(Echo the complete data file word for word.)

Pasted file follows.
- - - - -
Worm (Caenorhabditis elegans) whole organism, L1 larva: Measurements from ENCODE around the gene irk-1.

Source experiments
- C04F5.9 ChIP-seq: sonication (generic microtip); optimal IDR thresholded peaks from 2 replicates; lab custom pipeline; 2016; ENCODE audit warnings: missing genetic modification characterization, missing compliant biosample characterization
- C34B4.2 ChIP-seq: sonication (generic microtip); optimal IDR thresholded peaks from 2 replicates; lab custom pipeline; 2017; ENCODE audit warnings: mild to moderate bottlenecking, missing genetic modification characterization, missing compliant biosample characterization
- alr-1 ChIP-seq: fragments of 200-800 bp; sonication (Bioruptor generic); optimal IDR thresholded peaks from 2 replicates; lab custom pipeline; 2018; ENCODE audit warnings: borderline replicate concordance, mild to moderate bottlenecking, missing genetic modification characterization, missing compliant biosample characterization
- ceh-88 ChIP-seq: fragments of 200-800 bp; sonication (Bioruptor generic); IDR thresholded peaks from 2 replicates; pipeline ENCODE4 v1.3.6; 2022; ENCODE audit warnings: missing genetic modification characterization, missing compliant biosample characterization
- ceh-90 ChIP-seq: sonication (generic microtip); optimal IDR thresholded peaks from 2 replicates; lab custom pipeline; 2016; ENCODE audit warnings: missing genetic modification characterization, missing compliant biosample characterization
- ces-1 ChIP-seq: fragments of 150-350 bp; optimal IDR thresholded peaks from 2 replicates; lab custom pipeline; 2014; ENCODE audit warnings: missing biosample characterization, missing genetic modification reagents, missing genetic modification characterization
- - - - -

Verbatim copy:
Worm (Caenorhabditis elegans) whole organism, L1 larva: Measurements from ENCODE around the gene irk-1.

Source experiments
- C04F5.9 ChIP-seq: sonication (generic microtip); optimal IDR thresholded peaks from 2 replicates; lab custom pipeline; 2016; ENCODE audit warnings: missing genetic modification characterization, missing compliant biosample characterization
- C34B4.2 ChIP-seq: sonication (generic microtip); optimal IDR thresholded peaks from 2 replicates; lab custom pipeline; 2017; ENCODE audit warnings: mild to moderate bottlenecking, missing genetic modification characterization, missing compliant biosample characterization
- alr-1 ChIP-seq: fragments of 200-800 bp; sonication (Bioruptor generic); optimal IDR thresholded peaks from 2 replicates; lab custom pipeline; 2018; ENCODE audit warnings: borderline replicate concordance, mild to moderate bottlenecking, missing genetic modification characterization, missing compliant biosample characterization
- ceh-88 ChIP-seq: fragments of 200-800 bp; sonication (Bioruptor generic); IDR thresholded peaks from 2 replicates; pipeline ENCODE4 v1.3.6; 2022; ENCODE audit warnings: missing genetic modification characterization, missing compliant biosample characterization
- ceh-90 ChIP-seq: sonication (generic microtip); optimal IDR thresholded peaks from 2 replicates; lab custom pipeline; 2016; ENCODE audit warnings: missing genetic modification characterization, missing compliant biosample characterization
- ces-1 ChIP-seq: fragments of 150-350 bp; optimal IDR thresholded peaks from 2 replicates; lab custom pipeline; 2014; ENCODE audit warnings: missing biosample characterization, missing genetic modification reagents, missing genetic modification characterization